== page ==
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Re: [ontolog-forum] Practical Semantic Primitives

To: ontolog-forum@xxxxxxxxxxxxxxxx
From: John F Sowa <sowa@xxxxxxxxxxx>
Date: Sat, 10 Aug 2013 10:52:34 -0400
Message-id: <520653B2.804@xxxxxxxxxxx>
Leo, Gary, and Bruce,    (01)

I agree that the search for good distinctions and defining terms is
useful.  But the world is a continuum, and the range of "games" that
people play with words is open ended and constantly varying.  The
common features among the games are fuzzy, rough, and squishy
approximations, not primitives in a mathematical sense.    (02)

> I think it is a lost cause when considered as a reduction to semantic
> primitives, but there may be some merit in looking for a set of common
> words in many languages.    (03)

I agree.  But the words with similar meanings are the result of common
aspects of human experience.  Chimpanzees don't have the vocal ability
of humans, but they can learn and use signs for experiences that are
common to humans and chimps.    (04)

> There is also Swadesh’s list of core words for historical linguistics,
> with many variations: http://en.wikipedia.org/wiki/Swadesh_list.    (05)

That list illustrates the point.  Note the words that are the most
stable -- i.e., words whose forms remain recognizable over centuries.
Surprisingly, the most stable of all is 'louse'.  At the end of this
note is a copy of the top 20 most stable words.  The only one that
a chimp would have difficulty in learning is 'liver' -- and that's
because they don't have the experience of eating or preparing liver.    (06)

> You can think of what happens as some signal that activates portions
> of a  semantic net…    (07)

Yes.  The brain recognizes perceptible patterns that are associated
with significant aspects of human experience.  Words are perceptible
patterns with connections to patterns of perception and action.    (08)

> On this view the meaning is not in, or embodied in, the word symbol.
> Rather the personal meaning of a word-symbol is the totality of what
> gets activated in a cognitive agent.    (09)

I agree.  As Wittgenstein said, the meaning of a word is its use.
The multiple word senses are the result of the many ways that a word
is used.  For each individual, each word is linked to a growing and
changing network of experiences.  Word senses are classifications
that some lexicographer derived from citations of word uses.    (010)

> For me – the word-symbol is a label for a composite and implicit block
> of distinctions and “meanings”.  For reasons of psychological economy,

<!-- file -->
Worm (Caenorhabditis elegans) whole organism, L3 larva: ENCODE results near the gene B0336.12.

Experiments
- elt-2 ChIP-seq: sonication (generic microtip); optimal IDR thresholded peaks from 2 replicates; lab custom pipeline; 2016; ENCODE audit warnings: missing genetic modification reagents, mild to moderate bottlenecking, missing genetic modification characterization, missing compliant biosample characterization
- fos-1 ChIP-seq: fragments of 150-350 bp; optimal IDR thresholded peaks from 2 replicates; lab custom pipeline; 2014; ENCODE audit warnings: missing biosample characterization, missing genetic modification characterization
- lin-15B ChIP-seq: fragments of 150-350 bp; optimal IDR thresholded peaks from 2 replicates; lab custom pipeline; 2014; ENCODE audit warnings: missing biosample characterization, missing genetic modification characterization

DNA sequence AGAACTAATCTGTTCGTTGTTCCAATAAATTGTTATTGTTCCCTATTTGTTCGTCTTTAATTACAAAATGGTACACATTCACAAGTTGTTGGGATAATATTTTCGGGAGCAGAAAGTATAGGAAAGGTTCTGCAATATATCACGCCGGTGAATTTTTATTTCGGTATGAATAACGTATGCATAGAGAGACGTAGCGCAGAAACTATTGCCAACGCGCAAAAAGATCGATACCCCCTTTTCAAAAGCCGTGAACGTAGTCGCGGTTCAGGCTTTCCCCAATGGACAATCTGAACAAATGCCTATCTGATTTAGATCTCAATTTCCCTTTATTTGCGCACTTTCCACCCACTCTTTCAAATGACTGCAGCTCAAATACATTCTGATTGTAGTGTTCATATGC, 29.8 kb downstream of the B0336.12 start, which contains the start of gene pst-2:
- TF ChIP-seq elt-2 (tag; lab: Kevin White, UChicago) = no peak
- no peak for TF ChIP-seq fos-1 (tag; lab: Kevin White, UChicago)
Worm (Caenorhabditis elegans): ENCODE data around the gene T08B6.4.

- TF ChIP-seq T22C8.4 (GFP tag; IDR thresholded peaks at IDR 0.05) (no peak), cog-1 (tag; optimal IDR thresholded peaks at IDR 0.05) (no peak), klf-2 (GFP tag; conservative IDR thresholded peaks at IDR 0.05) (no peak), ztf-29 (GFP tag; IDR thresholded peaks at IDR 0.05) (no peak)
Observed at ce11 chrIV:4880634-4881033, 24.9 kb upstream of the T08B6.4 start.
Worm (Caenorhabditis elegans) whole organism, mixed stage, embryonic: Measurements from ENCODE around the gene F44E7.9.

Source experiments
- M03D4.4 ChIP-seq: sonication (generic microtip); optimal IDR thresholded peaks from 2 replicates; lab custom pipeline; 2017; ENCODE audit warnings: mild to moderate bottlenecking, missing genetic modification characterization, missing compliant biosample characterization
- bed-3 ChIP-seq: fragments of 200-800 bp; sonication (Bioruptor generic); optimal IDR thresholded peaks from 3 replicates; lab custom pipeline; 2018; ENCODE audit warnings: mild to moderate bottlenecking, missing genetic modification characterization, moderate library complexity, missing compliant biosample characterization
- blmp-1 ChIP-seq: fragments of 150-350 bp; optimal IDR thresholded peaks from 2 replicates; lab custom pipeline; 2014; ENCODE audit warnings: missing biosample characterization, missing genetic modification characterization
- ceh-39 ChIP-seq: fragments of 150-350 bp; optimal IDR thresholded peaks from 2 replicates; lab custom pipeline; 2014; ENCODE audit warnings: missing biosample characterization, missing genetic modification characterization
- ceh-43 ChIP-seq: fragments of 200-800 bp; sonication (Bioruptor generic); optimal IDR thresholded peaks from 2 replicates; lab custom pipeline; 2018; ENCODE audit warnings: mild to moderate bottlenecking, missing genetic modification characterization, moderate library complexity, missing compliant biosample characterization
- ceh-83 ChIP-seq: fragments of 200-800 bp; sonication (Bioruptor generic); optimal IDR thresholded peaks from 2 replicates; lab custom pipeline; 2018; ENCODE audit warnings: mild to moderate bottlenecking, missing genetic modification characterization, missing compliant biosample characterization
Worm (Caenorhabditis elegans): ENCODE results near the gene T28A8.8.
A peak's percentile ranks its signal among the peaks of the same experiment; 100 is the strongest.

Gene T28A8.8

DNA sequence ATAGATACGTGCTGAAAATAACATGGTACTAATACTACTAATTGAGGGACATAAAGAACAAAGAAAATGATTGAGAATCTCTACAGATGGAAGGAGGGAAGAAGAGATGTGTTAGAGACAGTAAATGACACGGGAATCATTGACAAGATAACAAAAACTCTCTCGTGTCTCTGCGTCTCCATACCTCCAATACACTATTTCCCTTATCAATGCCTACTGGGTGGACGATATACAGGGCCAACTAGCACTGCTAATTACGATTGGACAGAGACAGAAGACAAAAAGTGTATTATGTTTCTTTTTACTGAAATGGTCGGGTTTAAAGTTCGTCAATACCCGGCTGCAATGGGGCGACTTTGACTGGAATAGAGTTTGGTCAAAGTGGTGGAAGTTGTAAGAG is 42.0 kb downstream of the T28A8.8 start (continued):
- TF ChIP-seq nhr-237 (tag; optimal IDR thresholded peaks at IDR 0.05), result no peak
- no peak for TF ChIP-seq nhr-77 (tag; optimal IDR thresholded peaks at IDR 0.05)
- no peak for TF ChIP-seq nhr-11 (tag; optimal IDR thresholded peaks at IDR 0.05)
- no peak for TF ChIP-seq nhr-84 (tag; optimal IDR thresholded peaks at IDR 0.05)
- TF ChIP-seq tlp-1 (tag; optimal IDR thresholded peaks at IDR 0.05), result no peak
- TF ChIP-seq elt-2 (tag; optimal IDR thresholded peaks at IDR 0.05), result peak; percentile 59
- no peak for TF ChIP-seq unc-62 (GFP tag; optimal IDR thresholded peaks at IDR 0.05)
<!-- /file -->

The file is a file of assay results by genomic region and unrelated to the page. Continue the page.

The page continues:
> people use brief word-labels for complex ideas – leaving out many specific
> details and implications because we don’t have time for the details
> (“the weeds”), and we hope we can get away with skipping over them.    (011)

The stable words on the Swadesh list are good examples.  They're
easy to recognize, they're associated with a frequently occurring
experience, and they're islands of stability in the growing and
changing network of associations.    (012)

Nouns dominate the list of stable words on the Swadesh list.  The verb
'drink' is the most stable verb, but it's 38th in relative stability.    (013)

But note that emotional terms are absent from that list.  The word
'good' is the only evaluative term, and it's 79th in stability. People
certainly use emotional and evaluative terms, but their meanings are
not stable -- i.e., the ways they are used tend to change, and the
word forms aren't preserved over the long term.    (014)

The word 'louse' is so stable because it refers to a fixed species,
and it is only used in a limited number of language games.    (015)

John    (016)

__________________________________________________________________    (017)

 From http://en.wikipedia.org/wiki/Swadesh_list    (018)

Following are the top 20 words ranked according to their relative
stability.  A higher number in parentheses means that the word forms
are more likely to be preserved as languages evolve over the centuries.    (019)

  1. louse (42.8)
  2. two (39.8)
  3. water (37.4)
  4. ear (37.2)
  5. die (36.3)
  6. I (35.9)
  7. liver (35.7)
  8. eye (35.4)
  9. hand (34.9)
10. hear (33.8)
11. tree (33.6)
12. fish (33.4)
13. name (32.4)
14. tone (32.1)
15. tooth (30.7)
16. breasts (30.7)
17. you (30.6)
18. path (30.2)
19. bone (30.1)
20. tongue (30.1)    (020)

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